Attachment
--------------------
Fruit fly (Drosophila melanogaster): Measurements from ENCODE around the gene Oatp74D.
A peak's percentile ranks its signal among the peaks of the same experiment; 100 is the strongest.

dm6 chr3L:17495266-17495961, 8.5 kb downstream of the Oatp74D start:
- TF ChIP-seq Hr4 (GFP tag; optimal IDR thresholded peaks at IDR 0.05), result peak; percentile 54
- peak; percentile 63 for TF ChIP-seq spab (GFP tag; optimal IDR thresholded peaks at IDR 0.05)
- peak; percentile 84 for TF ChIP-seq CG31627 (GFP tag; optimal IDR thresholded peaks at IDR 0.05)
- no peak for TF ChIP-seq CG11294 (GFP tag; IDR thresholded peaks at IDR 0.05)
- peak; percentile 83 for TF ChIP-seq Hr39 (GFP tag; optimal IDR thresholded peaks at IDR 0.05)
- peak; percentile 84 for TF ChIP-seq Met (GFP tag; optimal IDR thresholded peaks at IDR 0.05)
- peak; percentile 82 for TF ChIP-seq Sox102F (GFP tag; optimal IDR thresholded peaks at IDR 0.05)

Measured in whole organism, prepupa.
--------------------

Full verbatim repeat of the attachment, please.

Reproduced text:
Fruit fly (Drosophila melanogaster): Measurements from ENCODE around the gene Oatp74D.
A peak's percentile ranks its signal among the peaks of the same experiment; 100 is the strongest.

dm6 chr3L:17495266-17495961, 8.5 kb downstream of the Oatp74D start:
- TF ChIP-seq Hr4 (GFP tag; optimal IDR thresholded peaks at IDR 0.05), result peak; percentile 54
- peak; percentile 63 for TF ChIP-seq spab (GFP tag; optimal IDR thresholded peaks at IDR 0.05)
- peak; percentile 84 for TF ChIP-seq CG31627 (GFP tag; optimal IDR thresholded peaks at IDR 0.05)
- no peak for TF ChIP-seq CG11294 (GFP tag; IDR thresholded peaks at IDR 0.05)
- peak; percentile 83 for TF ChIP-seq Hr39 (GFP tag; optimal IDR thresholded peaks at IDR 0.05)
- peak; percentile 84 for TF ChIP-seq Met (GFP tag; optimal IDR thresholded peaks at IDR 0.05)
- peak; percentile 82 for TF ChIP-seq Sox102F (GFP tag; optimal IDR thresholded peaks at IDR 0.05)

Measured in whole organism, prepupa.